At $5,000, Does This 1993 VW EuroVan MV Totally Mean it’s Van Time?

Photo: Craigslist
Nice Price Or Crack PipeIs this used car a good deal? You decide!

In case you haven’t noticed, prices on VW Vans have been creeping way up of late. Today’s Nice Price or Crack Pipe EuroVan is still pretty cheap, but that may be because it’s not very pretty. Could that still make it a pretty attractive deal?

I don’t know about you, but I find it quite remarkable that Honda currently only offers a single two-door model here in the U.S.. At one time, that was all they sold here. In between, the car car company offered up a cornucopia of coupes from the Civic and Accord model lines, as well as the two-door only Prelude.


We looked at a 2001 Honda Prelude SH yesterday. That car represented the model’s swan song and as it was almost totally stock, it was a great opportunity to look back in anger at what SUV and crossover buyers have lost us. At $6,000, 56 percent of you felt it was also a good deal to get those memories back.

Another model that in present day seems missed by many is the VW Van. Whether air-cooled OG or the later FWD models, the VW minivan has carved out a niche as one of the weirder models to gain a following.

Oh and what a following they have. If you’ve seen any asking prices on the early many-window models then you’ll know that a single one could potentially fund a college career. And I mean at a nice school, not one of those shitholes. Even the later, less quirky VW Vans can bring bank, especially when the official Weekender package comes along for the ride


This 1993 VW EuroVan doesn’t have the camper or weekender package—hell, it doesn’t even have its middle set of seats. It does however, have a fold-out table for the rear-most seat. And there are rails to mount Malcom in the Middle once you source those.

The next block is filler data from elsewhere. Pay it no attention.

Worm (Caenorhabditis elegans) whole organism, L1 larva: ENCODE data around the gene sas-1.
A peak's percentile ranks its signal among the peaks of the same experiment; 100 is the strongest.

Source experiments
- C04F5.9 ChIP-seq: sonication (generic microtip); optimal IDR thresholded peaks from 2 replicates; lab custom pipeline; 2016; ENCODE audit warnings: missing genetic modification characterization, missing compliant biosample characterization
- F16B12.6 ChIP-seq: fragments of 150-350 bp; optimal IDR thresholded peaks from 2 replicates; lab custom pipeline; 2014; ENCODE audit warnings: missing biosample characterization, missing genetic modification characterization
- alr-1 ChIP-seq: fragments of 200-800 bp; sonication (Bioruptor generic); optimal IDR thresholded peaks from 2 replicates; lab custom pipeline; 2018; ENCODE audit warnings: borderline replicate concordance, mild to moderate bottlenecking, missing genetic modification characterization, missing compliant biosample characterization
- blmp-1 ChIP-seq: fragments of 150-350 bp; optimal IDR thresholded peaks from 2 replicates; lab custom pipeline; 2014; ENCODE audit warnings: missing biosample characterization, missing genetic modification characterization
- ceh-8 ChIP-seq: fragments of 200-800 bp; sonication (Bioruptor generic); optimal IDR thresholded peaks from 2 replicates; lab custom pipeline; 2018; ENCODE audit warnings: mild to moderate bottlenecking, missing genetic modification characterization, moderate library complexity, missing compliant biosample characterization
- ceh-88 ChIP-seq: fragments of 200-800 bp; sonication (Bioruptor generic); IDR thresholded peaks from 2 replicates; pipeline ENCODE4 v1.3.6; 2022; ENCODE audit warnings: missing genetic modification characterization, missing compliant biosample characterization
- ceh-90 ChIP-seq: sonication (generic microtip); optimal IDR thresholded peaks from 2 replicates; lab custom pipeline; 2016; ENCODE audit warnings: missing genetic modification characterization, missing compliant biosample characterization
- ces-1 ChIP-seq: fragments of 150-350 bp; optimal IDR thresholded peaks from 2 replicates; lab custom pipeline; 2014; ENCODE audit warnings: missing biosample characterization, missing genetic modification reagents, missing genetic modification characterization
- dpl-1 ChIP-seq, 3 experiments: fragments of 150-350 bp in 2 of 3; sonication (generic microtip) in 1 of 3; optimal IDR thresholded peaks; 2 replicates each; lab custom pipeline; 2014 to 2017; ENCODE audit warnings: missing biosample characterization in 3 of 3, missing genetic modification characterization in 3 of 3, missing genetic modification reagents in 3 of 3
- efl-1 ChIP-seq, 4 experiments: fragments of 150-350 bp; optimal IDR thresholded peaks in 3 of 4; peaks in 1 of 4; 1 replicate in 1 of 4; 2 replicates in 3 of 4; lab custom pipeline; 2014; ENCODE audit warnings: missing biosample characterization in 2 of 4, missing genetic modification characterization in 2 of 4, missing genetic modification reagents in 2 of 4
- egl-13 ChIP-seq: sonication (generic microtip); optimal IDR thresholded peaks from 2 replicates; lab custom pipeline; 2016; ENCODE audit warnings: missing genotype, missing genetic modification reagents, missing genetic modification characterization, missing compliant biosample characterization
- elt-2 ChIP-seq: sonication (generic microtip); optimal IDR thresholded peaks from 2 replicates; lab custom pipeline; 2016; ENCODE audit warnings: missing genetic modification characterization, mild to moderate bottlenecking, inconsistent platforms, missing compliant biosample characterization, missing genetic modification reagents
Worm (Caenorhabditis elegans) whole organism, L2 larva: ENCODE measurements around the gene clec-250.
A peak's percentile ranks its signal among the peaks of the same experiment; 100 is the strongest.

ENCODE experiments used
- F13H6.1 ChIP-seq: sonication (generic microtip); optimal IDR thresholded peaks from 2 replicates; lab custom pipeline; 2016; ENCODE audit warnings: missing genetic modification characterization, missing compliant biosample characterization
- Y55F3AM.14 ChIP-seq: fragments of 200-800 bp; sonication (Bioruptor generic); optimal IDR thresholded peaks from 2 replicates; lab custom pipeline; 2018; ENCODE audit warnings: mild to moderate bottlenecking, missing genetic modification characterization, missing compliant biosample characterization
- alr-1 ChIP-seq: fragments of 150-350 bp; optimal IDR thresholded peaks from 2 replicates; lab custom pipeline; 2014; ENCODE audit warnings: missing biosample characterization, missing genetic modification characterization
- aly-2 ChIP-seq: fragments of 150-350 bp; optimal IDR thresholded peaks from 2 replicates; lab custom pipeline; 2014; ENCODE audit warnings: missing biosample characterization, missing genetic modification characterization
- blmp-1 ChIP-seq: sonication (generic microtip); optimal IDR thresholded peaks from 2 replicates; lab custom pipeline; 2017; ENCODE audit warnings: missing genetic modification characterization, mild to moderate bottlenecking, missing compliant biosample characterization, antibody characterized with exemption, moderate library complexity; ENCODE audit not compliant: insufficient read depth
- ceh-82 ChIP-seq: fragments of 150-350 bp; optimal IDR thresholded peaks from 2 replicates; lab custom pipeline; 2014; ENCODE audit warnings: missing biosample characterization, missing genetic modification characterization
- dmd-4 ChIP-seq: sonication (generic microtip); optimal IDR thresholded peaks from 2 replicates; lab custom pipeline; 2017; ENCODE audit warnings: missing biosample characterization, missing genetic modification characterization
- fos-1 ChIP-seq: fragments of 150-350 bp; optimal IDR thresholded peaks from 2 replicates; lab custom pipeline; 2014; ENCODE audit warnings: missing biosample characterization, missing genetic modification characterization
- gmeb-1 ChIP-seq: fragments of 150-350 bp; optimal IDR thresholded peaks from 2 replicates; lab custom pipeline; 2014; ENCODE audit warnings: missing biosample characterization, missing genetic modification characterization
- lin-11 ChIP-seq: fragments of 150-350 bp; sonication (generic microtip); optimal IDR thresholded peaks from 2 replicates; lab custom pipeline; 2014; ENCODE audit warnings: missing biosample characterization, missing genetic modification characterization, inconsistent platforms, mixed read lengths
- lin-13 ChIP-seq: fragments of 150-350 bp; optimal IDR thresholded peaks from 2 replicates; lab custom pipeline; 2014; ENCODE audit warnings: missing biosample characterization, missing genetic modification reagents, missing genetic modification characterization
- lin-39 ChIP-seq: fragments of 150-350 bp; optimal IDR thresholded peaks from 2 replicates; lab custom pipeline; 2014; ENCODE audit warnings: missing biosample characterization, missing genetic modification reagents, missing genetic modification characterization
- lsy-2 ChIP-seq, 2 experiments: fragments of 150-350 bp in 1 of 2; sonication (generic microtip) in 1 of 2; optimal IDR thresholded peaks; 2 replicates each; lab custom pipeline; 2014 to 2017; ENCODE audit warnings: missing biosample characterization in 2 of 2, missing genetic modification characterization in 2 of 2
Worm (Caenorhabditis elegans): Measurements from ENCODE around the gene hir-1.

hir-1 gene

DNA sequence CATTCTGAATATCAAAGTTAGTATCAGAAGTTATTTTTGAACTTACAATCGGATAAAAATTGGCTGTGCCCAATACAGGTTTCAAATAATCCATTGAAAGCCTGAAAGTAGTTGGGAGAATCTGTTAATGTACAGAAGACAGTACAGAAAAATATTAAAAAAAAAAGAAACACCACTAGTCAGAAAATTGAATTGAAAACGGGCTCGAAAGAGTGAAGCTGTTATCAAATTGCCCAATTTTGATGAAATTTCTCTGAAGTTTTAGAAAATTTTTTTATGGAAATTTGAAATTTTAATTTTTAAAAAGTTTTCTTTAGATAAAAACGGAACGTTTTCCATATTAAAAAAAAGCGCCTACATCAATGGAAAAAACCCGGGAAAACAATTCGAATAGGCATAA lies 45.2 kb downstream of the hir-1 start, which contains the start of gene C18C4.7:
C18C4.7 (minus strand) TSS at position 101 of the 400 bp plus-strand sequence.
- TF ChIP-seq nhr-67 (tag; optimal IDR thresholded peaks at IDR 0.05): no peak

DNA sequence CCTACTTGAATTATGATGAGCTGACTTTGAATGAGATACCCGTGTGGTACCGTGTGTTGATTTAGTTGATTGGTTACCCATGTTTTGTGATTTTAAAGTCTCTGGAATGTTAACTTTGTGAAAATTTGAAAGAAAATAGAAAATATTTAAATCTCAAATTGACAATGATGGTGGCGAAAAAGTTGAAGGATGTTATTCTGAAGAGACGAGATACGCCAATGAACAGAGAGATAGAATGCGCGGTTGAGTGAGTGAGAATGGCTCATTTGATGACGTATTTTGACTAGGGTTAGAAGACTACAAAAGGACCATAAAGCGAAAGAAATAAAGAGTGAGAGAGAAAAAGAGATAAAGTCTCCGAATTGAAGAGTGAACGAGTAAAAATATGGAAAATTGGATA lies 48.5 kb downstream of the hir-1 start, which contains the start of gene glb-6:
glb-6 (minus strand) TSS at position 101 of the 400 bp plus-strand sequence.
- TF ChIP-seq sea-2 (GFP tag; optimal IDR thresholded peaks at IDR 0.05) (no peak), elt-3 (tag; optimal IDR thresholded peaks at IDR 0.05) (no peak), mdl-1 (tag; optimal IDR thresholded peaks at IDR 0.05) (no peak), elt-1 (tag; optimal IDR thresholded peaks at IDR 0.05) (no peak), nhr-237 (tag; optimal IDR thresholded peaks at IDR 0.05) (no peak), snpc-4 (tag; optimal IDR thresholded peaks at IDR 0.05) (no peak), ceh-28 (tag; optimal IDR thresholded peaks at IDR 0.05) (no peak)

It also comes with that rarest of Minivan accessories, a manual transmission. That’s a good thing since the automatic transmission offered in these vans was pretty much an afterthought to appease lazy-ass American buyers, and it was pure garbage.

Here, the five speed stick rules and it’s connected to Volkswagen’s 110 horsepower 2461cc inline five. Yep, 110 my little ponies. What the SOHC engine may lack in power though, is more than made up in odd cylinder count.


The seller describes the Van’s condition as ‘good,’ stating that it suffers no rust anywhere, nor has it been in any accidents. The bodywork looks solid with just a few dings in the rockers and some minor scratches here and there… and over there.


The oddest elements are at each end. In the front, the bumper has been resprayed, and from the look of it the job was a DIY rattle can affair. Out back someone has adorned the car with eight or nine squares of reflective tape. It’s a little odd looking but the rear end appears unmarred by collisions so I guess it’s doing the job.


Inside, things are about what you might expect. The seats look to have held up remarkably well, and the backseat can be folded down and turned into a remarkably lumpy bed. There’s plenty of storage in here and with the middle seat replaced there will be plenty of people space too.


The cabin suffers no major flaw other than a loose speaker in the driver’s door. Making up for that, the dash affords what looks to bethe world’s widest dead pedal, albeit on the wrong side. There is a modest 145,000 miles on the clock and the promise that a major service, including a new clutch and fresh tires, has recently been completed. It’s said to run great and work as expected.

As I noted, the VW Vans have a following that no other people mover in the U.S. can match. Seeing the love these things enjoy, it’s a wonder that Volkswagen isn’t bringing over the latest edition. You’d think at the very least they’d do so  as some sort of boutique vehicle.


Until they do, we’ll just have to make do with the ones that are here, and that means facing the music when it comes to supply and demand. This EuroVan is appreciably sparse in its features, but it does sport a clear title and the rare five-speed both of which are a plus.


It also have a five in its price, as in $5,000, and it’s now time to decide if that’s a deal or not. What do you think, is this EuroVan worth that $5,000 asking? Or, does that price make this a people mover that leaves you unmoved?

You decide!


San Francisco Bay Area Craigslist, or go here if the ad disappears.

H/T to FauxShizzle for the hookup!

Help me out with NPOCP. Hit me up at and send me a fixed-price tip. Remember to include your Kinja handle.


Note from Rob: Okay, we tried Survey Monkey for the poll yesterday, and that didn’t work out. Today we’re back to the Polldaddy poll. Enjoy.

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About the author

Rob Emslie

Rob Emslie is a contributing writer for Jalopnik. He has too many cars, and not enough time to work on them all.